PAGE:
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Secret World of Arrietty: Terrific for family audiences

By Arthur J Pais
May 30, 2012 13:36 IST
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The Secret World of Arrietty posterThe combination of the hand-drawn animation and a touching story of unusual friendship and adventure works magic in The Secret World of Arrietty, the latest hit from Japan's Studio Ghibli, famous for award winning hits like Ponyo and Spirited Away.

Based on a novel by Mary Norton, The Borrowers, this hugely entertaining film is dubbed in English with splendid voices by Carol Burnett, Amy Poehler and Will Arnett, among many talents.

Presented by Disney, the Blu-ray and DVD combo packet offers one of the best entertainment values this summer.

Though many Ghibli hits made under the endlessly creative eyes of Hayao Miyazaki, who is revered by Disney animators as one of the most influential and best animation writers and masters across the globe, have each grossed over $150 million in Japan, their films have a limited but good run outside Asia. But it is difficult to imagine anyone not being seduced by the charm, visuals and technical marvels of these films after watching a few scenes.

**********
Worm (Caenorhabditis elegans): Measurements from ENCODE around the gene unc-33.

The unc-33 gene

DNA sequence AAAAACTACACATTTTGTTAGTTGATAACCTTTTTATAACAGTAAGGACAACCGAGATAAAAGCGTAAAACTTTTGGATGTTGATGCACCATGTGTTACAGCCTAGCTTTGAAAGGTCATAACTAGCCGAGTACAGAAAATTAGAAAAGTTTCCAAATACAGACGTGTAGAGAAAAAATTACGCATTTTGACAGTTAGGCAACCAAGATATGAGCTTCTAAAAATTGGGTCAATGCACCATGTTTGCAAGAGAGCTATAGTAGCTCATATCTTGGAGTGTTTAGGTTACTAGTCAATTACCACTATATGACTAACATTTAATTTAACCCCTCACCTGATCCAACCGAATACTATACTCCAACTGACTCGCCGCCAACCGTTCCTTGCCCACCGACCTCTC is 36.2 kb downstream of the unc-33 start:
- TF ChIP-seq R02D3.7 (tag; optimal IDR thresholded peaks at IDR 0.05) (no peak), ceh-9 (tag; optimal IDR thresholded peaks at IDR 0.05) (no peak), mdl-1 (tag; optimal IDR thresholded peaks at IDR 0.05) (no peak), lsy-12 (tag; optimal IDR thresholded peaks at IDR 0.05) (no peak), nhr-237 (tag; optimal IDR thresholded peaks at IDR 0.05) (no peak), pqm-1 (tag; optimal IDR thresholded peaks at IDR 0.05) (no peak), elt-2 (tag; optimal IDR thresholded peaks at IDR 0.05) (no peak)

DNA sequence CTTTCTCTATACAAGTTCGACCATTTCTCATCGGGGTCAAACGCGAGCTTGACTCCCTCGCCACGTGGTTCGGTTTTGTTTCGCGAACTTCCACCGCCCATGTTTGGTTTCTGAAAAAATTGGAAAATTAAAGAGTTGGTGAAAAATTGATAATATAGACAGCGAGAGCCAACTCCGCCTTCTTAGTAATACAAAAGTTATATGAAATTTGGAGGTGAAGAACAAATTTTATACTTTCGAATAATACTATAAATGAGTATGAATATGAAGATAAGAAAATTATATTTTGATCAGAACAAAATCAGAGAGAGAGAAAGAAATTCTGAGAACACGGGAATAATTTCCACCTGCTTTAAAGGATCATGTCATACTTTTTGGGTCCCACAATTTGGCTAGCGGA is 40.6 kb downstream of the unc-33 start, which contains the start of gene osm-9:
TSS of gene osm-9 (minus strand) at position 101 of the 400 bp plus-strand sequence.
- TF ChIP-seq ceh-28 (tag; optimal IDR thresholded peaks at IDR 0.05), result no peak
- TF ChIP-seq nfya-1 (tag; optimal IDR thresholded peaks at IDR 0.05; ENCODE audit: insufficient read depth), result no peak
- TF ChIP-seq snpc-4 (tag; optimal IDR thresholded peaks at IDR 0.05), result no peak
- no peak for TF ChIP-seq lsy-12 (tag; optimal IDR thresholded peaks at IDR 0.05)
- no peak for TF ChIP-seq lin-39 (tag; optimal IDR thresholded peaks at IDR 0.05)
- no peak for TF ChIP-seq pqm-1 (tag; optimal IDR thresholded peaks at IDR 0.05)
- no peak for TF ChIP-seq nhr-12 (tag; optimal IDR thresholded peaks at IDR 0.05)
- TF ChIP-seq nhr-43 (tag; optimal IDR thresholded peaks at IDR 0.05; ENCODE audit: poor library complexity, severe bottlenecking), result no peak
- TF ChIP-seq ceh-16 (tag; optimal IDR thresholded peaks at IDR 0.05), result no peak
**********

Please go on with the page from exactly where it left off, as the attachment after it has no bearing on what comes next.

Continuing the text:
The little people called Borrows are leading a quiet life below the kitchen floor. They stealthily gather small bits of items they need for survival including biscuits and furnishings from the upstairs of a home without being discovered by the beans (humans).

Arrietty is a curious and gutsy teenager (voice by Bridgit Mendler) whose parents (Poehler and Arnett) think

she's ready for her first 'borrowing' trio. 

Meanwhile, a young 'bean' Shawn has moved into the house above them, to rest and prepare for a heart surgery, and to be cared for by a strong woman,  Hara (Burnett). Shawn stumbles into the world of borrows and comes to know Arrietty.

When a secret friendship develops between Arrietty and Shawn, there is a fulfilling experience for them (and the viewers) and a terrific adventure.

British author Mary Norton won the Carnegie Medal for The Borrowers in 1952, the year it was first published in England. The book has remained in print and is also available in an illustrated version. With the appeal of the film, and the solid reception expected for the Blu-ray and DVD, the book could also be in demand.

This is the kind of films which appeals to adults and young viewers. The adults might wonder how the hand-drawn animation still triumphs over CG while sharing with the children the delight of a passionate story.

This summer, there will be many films in the theatres appealing to the family audiences but when it comes to home entertainment, there would be hard to find something that is as entertaining as Arrietty.

One wishes the extras included extensive insights into the making of the film. But there is quite a bit of additional stuff here including the original Japanese storyboards, trailers and television spots, and the music video Summertime. 

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Arthur J Pais in New York